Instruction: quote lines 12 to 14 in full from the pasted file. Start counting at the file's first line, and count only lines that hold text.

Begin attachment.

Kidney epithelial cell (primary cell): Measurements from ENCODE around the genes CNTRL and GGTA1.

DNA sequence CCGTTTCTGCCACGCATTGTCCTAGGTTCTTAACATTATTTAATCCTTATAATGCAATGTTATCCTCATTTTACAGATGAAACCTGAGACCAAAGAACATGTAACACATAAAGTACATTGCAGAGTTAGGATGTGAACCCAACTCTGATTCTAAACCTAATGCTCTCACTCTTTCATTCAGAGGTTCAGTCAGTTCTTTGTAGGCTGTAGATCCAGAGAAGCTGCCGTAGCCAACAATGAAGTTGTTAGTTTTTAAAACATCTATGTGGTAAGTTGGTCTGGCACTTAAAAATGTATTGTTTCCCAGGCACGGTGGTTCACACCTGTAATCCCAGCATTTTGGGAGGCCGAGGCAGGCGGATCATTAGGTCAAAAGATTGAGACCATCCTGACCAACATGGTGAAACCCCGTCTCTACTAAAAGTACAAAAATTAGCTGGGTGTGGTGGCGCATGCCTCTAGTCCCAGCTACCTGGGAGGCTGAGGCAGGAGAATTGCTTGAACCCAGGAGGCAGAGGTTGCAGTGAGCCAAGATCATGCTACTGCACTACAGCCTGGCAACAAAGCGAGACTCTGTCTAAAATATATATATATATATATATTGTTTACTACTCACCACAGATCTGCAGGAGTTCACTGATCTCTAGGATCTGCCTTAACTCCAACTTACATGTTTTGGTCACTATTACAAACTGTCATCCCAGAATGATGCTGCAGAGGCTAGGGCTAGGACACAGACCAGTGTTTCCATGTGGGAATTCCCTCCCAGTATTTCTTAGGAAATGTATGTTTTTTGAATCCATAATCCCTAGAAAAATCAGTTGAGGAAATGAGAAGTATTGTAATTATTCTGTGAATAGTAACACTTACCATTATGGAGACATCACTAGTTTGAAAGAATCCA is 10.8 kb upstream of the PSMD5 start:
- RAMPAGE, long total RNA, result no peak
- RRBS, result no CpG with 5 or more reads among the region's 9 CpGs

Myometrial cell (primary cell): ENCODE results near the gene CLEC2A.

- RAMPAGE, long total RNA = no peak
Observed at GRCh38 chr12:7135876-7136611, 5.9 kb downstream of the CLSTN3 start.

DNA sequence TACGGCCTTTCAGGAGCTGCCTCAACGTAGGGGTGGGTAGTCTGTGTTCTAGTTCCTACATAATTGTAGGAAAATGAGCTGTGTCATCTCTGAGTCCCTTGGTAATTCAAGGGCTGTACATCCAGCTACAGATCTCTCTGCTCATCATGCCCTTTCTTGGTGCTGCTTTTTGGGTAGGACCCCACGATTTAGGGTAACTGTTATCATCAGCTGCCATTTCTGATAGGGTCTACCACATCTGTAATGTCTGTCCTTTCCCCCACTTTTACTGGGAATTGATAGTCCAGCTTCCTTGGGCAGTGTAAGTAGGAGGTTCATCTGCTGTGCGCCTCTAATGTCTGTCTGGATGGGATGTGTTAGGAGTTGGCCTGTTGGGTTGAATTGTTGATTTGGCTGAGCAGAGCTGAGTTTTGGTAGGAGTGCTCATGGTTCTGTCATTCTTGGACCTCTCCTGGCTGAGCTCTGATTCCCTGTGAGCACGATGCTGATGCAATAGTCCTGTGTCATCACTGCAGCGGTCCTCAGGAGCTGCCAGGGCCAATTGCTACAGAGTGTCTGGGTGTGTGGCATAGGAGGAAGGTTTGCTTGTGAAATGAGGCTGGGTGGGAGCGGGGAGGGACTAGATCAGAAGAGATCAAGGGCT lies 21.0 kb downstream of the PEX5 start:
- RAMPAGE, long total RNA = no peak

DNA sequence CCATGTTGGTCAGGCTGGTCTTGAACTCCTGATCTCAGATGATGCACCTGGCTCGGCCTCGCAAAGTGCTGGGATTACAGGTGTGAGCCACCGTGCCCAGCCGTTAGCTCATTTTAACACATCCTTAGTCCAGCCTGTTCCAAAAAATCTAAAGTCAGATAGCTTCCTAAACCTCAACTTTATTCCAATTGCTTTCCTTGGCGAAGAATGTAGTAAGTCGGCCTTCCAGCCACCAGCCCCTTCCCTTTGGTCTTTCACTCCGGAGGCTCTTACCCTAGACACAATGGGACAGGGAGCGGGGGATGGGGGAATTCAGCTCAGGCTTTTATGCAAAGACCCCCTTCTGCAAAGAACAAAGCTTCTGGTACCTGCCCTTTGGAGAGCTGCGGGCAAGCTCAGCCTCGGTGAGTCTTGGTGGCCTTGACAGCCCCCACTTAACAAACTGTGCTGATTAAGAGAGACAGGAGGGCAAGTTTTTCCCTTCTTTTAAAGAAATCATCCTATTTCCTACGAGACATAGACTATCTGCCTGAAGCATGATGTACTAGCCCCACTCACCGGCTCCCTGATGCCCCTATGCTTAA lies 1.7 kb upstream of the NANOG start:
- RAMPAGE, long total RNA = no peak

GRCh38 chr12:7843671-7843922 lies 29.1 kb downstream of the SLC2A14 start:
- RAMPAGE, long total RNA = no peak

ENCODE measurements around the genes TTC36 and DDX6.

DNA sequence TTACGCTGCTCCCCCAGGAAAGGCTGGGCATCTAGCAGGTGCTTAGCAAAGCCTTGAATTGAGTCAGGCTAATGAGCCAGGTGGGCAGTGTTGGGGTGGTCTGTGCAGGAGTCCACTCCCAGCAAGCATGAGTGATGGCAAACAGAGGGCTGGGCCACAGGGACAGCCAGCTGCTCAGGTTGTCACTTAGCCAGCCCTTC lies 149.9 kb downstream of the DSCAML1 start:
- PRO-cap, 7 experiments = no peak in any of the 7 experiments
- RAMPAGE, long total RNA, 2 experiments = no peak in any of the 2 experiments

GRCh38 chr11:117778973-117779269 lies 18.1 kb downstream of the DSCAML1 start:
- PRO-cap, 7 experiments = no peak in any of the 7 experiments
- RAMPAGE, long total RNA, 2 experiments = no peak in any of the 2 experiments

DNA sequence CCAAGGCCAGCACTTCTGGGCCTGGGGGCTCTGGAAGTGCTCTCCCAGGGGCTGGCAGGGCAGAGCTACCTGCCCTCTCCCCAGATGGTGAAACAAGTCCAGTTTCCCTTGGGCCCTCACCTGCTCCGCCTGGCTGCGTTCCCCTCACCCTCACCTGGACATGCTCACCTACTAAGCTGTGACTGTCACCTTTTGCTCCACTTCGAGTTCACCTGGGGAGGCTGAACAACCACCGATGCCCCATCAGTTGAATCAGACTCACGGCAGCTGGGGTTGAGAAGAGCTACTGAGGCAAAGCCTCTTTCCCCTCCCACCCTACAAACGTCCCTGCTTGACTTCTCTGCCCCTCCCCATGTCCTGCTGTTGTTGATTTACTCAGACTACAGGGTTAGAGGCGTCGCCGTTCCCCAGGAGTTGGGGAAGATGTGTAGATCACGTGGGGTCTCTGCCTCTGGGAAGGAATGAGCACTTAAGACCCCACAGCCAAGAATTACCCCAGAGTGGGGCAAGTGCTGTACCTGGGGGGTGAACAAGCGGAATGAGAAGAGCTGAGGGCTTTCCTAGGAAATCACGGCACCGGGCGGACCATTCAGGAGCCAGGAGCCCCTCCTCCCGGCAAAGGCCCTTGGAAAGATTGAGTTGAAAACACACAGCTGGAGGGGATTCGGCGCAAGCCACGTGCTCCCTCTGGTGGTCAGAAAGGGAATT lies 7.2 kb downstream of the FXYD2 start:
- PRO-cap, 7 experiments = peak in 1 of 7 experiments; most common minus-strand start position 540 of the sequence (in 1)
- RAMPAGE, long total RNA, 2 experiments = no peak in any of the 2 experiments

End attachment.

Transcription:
GRCh38 chr12:7843671-7843922 lies 29.1 kb downstream of the SLC2A14 start:
- RAMPAGE, long total RNA = no peak

ENCODE measurements around the genes TTC36 and DDX6.